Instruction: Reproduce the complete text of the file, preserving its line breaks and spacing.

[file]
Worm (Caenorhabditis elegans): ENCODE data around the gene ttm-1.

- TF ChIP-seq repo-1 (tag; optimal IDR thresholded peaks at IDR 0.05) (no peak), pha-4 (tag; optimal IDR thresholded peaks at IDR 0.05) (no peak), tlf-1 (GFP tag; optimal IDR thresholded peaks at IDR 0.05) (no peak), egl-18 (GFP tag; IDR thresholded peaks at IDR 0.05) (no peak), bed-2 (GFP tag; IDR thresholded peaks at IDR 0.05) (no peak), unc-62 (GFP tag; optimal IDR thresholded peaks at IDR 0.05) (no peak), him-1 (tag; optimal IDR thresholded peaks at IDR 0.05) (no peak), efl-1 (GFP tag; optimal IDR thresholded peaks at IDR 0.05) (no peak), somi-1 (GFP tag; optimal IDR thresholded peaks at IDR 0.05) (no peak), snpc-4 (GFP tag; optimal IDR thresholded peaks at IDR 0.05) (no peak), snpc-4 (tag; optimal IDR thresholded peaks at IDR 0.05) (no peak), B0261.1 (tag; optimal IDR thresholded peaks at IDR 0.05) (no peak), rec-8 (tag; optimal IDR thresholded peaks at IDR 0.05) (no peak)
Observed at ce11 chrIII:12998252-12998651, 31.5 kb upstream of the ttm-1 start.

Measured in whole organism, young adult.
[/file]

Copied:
Worm (Caenorhabditis elegans): ENCODE data around the gene ttm-1.

- TF ChIP-seq repo-1 (tag; optimal IDR thresholded peaks at IDR 0.05) (no peak), pha-4 (tag; optimal IDR thresholded peaks at IDR 0.05) (no peak), tlf-1 (GFP tag; optimal IDR thresholded peaks at IDR 0.05) (no peak), egl-18 (GFP tag; IDR thresholded peaks at IDR 0.05) (no peak), bed-2 (GFP tag; IDR thresholded peaks at IDR 0.05) (no peak), unc-62 (GFP tag; optimal IDR thresholded peaks at IDR 0.05) (no peak), him-1 (tag; optimal IDR thresholded peaks at IDR 0.05) (no peak), efl-1 (GFP tag; optimal IDR thresholded peaks at IDR 0.05) (no peak), somi-1 (GFP tag; optimal IDR thresholded peaks at IDR 0.05) (no peak), snpc-4 (GFP tag; optimal IDR thresholded peaks at IDR 0.05) (no peak), snpc-4 (tag; optimal IDR thresholded peaks at IDR 0.05) (no peak), B0261.1 (tag; optimal IDR thresholded peaks at IDR 0.05) (no peak), rec-8 (tag; optimal IDR thresholded peaks at IDR 0.05) (no peak)
Observed at ce11 chrIII:12998252-12998651, 31.5 kb upstream of the ttm-1 start.

Measured in whole organism, young adult.